Bears’ Jaylon Johnson is NFL’s top rookie CB, just as he expected all along

Bears’ Jaylon Johnson is NFL’s top rookie CB, just as he expected all along

Johnson didn’t get this one, but he leads all NFL rookies with nine pass breakups this season. | Getty

Johnson’s numbers are outstanding and well ahead of any cornerbacks chosen ahead of him. Turns out he was right to be insulted when he fell all the way to No. 50 overall.

The only person who saw this coming from Bears rookie cornerback Jaylon Johnson has been is the man himself. And it’s not a bunch of bluster and bravado after the fact, either. Johnson told everyone he expected to be this good back at the draft, and was open about how much it insulted him that he slid to the second round.

He was right.

Johnson has been the best rookie cornerback in the NFL and a jackpot draft pick at No. 50 overall. Quarterbacks have thrown his way 45 times and completed just 47% with an 82.7 passer rating.

“My confidence was always there,” he said. “But it just makes you more hungry to see certain plays that you wanted to make. It’s about getting better, and that hunger in me to just keep growing so I can make more plays.”

Johnson has far outplayed the six of the cornerbacks — all first-rounders — chosen ahead of him. Consider that the Bears are getting better production out of the 50th pick than the Lions are out of the No. 3 pick, Ohio State corner Jeff Okudah.

Johnson is third in the NFL with nine pass breakups, trailing the Giants’ James Bradberry and Buccaneers’ Carlton Davis by one. No other rookie has more than four. His opponent passer rating is about the same as what Mitch Trubisky put up last season, meaning he’s turning opposing quarterbacks into 2019 Trubisky every time they try him.

The Bears will take that every time.

By contrast, the other 10 cornerbacks chosen in the first three rounds have allowed an average passer rating of 112 — right around Patrick Mahomes’ career rating — and 70% completions.

That’s what the NFL usually does to rookie corners. Too bad for them.

“I’m not thinking about those people who were selected in front of me,” Johnson said. “But I definitely keep that hunger inside me, that there was clearly doubt [and teams] didn’t take me. But there’s plenty of factors that go into my motivation.”

The Bears drafted Johnson out of Utah thinking he could be a long-term answer at corner as well as an immediate starter opposite Kyle Fuller. General manager Ryan Pace looks like he chose wisely on both fronts, and Johnson’s quick success has more than offset losing starting candidate Artie Burns to a torn ACL.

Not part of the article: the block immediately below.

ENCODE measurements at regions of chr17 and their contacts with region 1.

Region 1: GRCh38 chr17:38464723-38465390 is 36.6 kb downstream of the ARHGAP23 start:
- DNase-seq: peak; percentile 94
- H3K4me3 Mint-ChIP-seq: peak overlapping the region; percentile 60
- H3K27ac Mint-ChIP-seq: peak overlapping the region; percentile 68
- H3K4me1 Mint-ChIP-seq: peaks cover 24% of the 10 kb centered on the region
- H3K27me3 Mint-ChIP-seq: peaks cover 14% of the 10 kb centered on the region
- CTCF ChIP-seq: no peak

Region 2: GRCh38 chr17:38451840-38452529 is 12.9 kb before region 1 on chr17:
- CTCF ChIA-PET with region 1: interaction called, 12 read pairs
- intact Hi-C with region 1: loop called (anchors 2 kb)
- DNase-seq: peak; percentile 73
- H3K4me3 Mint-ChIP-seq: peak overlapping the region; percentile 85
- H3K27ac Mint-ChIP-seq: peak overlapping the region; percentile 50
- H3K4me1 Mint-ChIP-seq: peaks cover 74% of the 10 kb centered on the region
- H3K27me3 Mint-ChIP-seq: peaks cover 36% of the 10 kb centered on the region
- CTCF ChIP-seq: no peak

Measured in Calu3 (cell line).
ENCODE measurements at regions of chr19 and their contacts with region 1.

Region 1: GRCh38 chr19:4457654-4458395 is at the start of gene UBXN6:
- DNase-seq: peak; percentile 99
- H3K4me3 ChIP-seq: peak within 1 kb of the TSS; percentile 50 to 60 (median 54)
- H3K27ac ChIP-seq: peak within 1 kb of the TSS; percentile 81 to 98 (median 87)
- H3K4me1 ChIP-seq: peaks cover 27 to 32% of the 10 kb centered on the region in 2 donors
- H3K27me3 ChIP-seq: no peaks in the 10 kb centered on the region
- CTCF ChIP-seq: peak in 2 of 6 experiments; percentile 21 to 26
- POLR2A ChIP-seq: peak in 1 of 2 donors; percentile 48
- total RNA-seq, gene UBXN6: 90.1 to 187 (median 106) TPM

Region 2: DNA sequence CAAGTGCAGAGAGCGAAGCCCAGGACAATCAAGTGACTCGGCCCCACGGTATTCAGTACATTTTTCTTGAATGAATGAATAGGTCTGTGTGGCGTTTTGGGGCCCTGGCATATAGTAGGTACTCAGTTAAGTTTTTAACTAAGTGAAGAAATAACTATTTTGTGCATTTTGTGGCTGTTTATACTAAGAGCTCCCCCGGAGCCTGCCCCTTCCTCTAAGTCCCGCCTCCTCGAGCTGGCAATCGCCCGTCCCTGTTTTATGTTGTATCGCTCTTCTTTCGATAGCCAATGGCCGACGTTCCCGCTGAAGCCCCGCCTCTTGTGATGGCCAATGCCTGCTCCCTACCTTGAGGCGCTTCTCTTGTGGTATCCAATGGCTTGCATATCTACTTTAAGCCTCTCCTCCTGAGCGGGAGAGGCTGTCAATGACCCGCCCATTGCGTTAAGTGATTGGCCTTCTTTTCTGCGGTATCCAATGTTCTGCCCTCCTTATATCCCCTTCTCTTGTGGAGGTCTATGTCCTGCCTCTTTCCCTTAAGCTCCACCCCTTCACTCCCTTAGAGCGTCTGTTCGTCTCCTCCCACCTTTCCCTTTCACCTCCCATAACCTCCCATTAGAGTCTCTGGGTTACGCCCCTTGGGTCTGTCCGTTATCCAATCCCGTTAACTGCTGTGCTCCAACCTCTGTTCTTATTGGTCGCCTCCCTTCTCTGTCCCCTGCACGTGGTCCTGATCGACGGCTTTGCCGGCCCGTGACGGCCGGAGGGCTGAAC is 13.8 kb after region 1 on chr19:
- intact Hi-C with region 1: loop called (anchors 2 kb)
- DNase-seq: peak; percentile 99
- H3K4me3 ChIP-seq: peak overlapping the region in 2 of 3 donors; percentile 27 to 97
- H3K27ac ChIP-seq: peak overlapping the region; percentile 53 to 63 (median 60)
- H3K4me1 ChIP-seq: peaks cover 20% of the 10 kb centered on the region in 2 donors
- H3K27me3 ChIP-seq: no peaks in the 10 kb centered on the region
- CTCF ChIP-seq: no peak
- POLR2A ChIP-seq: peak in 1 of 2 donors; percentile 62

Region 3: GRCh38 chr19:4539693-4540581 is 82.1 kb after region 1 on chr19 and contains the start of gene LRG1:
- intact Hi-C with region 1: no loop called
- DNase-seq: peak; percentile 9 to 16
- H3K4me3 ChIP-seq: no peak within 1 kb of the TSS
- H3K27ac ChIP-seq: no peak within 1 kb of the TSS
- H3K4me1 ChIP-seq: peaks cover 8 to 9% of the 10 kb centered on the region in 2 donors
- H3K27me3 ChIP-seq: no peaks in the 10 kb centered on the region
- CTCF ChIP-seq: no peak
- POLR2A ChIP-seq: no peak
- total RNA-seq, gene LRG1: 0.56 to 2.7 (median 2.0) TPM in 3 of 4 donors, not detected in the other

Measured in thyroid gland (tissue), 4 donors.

Fuller, whose exceptional play certainly helps Johnson, is 28 and his contract essentially runs out after next season. For his part, Fuller has allowed 46% completions and a 59.2 rating.

“They’re playing great football,” said wide receiver Allen Robinson, who went one-on-one with them throughout the preseason. “The physicality that those guys bring to the game, how they challenge receivers… that’s tough on teams. They’re challenging each and every route.”

The combination of their lockdown coverage, safety Eddie Jackson patrolling the secondary and a world-class pass rush gives the Bears one of the scariest pass defenses in the NFL. They’re first in opponent completion percentage (57.1), second in passer rating (73.5) and third in yards allowed per pass (6.6).

Johnson has fit right in on a secondary in which the other starters, counting Buster Skrine, have a combined 29 seasons of experience.

The only real lesson Johnson has learned so far is how finicky NFL officiating can be. After no penalties his first four games, he was flagged for a total of three pass interferences (one was declined) and one illegal contact against the Buccaneers and Panthers.

In the Panthers game, a 23-16 win in which the Bears held Teddy Bridgewater to a 50.4 rating and picked him twice, Johnson was hit with a 33-yard pass-interference penalty for his coverage of wide receiver D.J. Moore at the goal line. Replay showed it was airtight coverage by Johnson to force the incompletion.

“They make the calls,” Johnson said. “I wouldn’t redo it or change anything.”

Neither would the Bears.

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